I have just spent a couple of days at the Falcetti Music Company's annual Fall Extravaganza. Falcetti Music is a family business in it's second generation of ownership. The elder Falcetti's came to the event as honored guests, and I am thinking as long as they live they will always do that. Sam shared with me that in his retirement he is now working with Roland Accordian students and has 60 of them. Sam is a small man (shorter than my 5'3") sharp and tidy, and he played his accordian for us during a social hour.
Mrs. Falcetti (senioritis has caught me and I can't bring her first name to mind) is just as sharp and even shorter than Sam. With her carefully coiffed snow what hair and cheerful smile, she thanked everyone for coming and for supporting the company and told us she has nothing to do with the extravaganza anymore, that her boys, Tony and Michael do it all. But as I went to sign up for next year's event, there she was driving Michael crazy with directions to put the registrations in order and be sure the checks were attached to them, and that everyone had put in all the information. Michael looked at me and rolled his eyes and said patiently, "Yes, Mom. I have it all." She turned to me and said, "I've trained him well." and I agreed.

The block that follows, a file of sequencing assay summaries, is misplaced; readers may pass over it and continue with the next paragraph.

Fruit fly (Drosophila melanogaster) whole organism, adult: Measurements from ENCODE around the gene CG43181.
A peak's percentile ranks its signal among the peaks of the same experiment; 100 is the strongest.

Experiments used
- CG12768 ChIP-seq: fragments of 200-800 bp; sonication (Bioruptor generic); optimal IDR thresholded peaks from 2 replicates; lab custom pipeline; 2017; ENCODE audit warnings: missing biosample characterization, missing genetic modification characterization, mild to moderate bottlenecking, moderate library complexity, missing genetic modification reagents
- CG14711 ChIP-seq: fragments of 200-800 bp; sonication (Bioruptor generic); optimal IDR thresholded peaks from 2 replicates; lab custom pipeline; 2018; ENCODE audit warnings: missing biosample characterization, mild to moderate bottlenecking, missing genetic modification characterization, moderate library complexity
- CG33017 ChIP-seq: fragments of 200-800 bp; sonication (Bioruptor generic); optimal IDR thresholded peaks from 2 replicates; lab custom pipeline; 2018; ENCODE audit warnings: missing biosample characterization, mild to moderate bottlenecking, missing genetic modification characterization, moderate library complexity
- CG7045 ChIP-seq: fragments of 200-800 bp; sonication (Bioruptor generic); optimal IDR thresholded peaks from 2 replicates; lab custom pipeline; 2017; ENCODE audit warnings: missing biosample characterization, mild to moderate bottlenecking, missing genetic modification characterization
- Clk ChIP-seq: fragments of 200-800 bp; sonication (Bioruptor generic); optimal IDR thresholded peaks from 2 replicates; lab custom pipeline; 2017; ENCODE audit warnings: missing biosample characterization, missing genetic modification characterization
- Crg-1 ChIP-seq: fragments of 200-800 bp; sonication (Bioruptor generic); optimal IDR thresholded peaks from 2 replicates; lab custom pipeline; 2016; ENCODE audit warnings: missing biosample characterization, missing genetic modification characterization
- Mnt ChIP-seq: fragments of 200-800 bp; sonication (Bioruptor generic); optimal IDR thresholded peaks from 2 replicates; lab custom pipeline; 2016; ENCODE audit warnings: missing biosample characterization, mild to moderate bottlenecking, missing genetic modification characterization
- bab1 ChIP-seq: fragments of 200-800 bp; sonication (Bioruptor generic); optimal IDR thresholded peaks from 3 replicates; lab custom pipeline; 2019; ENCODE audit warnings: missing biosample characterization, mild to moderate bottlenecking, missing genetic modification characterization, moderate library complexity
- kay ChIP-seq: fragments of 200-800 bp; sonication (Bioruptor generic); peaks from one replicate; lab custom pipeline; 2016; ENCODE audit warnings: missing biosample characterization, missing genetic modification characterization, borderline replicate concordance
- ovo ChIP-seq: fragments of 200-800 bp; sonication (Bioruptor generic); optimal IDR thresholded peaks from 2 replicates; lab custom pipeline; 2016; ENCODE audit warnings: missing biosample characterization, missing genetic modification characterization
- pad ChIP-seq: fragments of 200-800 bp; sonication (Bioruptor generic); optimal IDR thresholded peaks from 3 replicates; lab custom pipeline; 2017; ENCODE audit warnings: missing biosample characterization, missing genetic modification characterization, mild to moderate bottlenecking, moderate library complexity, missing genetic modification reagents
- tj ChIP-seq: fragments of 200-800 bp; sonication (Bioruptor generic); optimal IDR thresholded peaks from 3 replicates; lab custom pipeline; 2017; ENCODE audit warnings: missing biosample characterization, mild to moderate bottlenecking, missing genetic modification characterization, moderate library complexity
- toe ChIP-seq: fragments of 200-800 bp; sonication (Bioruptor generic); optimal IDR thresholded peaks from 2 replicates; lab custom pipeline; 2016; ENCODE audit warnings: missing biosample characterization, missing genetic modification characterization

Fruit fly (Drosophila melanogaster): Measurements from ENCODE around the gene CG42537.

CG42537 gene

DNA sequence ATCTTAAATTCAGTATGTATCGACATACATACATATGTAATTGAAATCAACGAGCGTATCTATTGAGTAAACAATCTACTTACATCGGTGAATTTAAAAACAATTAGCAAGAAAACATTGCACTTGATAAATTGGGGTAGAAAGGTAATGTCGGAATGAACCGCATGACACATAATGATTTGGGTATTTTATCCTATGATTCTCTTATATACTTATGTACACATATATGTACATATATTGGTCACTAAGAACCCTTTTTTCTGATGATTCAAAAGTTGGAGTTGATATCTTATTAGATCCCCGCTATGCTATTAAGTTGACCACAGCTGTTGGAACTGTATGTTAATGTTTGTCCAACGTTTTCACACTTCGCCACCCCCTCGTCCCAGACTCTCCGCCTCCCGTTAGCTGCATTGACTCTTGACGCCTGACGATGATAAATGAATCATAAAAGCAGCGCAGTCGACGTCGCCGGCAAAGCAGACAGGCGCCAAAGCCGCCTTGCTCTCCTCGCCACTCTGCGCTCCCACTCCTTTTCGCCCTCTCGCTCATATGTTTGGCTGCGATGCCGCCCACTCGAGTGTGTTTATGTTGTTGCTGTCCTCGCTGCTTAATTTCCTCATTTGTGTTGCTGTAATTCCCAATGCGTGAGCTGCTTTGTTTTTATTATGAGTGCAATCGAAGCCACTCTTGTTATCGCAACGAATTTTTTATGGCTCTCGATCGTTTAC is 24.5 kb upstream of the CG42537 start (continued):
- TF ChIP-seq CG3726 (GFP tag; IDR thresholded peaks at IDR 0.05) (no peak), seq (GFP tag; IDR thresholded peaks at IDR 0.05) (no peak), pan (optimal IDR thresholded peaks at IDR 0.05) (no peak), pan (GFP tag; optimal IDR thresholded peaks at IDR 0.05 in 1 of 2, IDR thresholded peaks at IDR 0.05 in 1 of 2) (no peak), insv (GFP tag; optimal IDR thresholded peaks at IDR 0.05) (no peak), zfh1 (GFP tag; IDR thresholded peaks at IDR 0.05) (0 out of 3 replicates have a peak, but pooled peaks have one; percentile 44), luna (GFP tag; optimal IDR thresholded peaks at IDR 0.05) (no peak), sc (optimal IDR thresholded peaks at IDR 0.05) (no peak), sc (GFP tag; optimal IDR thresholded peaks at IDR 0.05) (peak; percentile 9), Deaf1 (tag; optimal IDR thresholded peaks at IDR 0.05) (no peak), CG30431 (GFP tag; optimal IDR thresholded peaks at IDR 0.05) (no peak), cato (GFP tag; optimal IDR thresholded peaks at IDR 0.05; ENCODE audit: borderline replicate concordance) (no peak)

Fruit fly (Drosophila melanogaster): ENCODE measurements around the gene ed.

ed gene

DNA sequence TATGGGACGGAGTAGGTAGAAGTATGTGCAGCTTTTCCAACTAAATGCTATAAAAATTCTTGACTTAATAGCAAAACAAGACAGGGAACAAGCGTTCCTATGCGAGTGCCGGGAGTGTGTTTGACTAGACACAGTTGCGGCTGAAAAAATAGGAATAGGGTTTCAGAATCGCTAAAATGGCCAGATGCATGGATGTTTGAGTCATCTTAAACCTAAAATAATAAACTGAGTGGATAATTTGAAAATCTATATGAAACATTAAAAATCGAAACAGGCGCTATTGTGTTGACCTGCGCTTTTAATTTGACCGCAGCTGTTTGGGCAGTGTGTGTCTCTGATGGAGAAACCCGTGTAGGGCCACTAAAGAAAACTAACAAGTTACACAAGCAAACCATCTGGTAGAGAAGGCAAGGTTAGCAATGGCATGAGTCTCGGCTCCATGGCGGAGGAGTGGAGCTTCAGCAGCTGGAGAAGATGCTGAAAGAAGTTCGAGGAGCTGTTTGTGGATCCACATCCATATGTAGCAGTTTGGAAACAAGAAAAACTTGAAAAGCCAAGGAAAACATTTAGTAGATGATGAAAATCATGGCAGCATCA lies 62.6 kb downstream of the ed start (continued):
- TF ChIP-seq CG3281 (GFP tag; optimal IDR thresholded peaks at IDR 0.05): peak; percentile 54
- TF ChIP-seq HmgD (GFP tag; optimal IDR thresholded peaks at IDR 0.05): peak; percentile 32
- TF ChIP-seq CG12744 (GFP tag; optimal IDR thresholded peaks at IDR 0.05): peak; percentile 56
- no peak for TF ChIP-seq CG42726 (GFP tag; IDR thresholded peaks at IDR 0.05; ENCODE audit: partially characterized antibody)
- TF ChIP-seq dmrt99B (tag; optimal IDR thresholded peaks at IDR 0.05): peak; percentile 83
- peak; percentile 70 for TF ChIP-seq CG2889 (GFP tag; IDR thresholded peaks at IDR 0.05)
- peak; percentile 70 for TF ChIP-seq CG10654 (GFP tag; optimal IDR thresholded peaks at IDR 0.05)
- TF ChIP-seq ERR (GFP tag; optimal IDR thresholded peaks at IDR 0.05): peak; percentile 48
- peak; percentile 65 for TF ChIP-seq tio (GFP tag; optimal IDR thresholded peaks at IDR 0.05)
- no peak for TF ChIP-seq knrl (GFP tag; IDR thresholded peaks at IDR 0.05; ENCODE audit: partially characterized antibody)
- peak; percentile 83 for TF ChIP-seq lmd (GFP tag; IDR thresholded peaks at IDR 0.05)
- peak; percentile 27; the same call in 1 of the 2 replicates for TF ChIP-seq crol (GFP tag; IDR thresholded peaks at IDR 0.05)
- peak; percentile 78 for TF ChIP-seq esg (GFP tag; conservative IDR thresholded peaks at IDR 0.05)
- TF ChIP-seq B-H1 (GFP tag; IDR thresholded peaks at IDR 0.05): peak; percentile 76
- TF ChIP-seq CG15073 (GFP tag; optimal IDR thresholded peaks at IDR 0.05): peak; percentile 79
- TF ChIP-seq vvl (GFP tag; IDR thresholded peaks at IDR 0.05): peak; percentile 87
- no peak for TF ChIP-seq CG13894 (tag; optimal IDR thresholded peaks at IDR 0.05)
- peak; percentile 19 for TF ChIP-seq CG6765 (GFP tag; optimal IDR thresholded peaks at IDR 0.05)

After dinner Friday night, Jim Weider entertained us with a few stories and an hour or so of wonderful music. He opened with a tribute to Glenn Campbell which included about twelve of Campbell's best known songs. I guess I should have written down what he played because the only specific ones I can remember are Rhinestone Cowboy and Witchitaw Lineman He played the Carpenters' Sing, Sing a Song and invited everyone to joing in the "la-la la la-la chorus", and closed with one of his inspiring patriotic medleys.
Saturday morning we had breakfast, of course, and then a workshop with Dennis. He was supposed to give us a lesson in playing the Addams Family and Munster theme songs, but chose instead to talk to us about styling, expression and ways to make our music "bounce" . Dennis told us about his heart surgery last year and shared some of his usual humor about an event that was not at all funny and very nearly took his life. HE credits the skill of a doctor from Massachusetts, one of only six in the country who perform the surgery, for "super gluing" his heart back together after a post-op set back. It's not my place to give details, but I will tell you, it is a medical miracle,and maybe more than a little bit of the Hand of God, that we still have this remarkable performer with us.
After lunch on Saturday we had a second workshop with Jim Weider. I have been to Jim's workshops a few times and always find them to be worthwhile. He is organized and knows the organ inside out, in fact, he is now part of the "product development team" for Lowrey. And yes, they are still thinking up things to put in future "virtual orchestras." (Dennis says "It still looks like an organ to me!) Jim's workshop was on modifying pre-arranged rhythms to represent other band sounds. For instance, by modifying a Gospel rhythm and using piano sounds, you can get a great "bar room rinky-tink". Jim makes playing fun and interesting. Jim explains that "the little lady who played the hymns in church on Sunday spent Saturday night entertaining in the local saloon."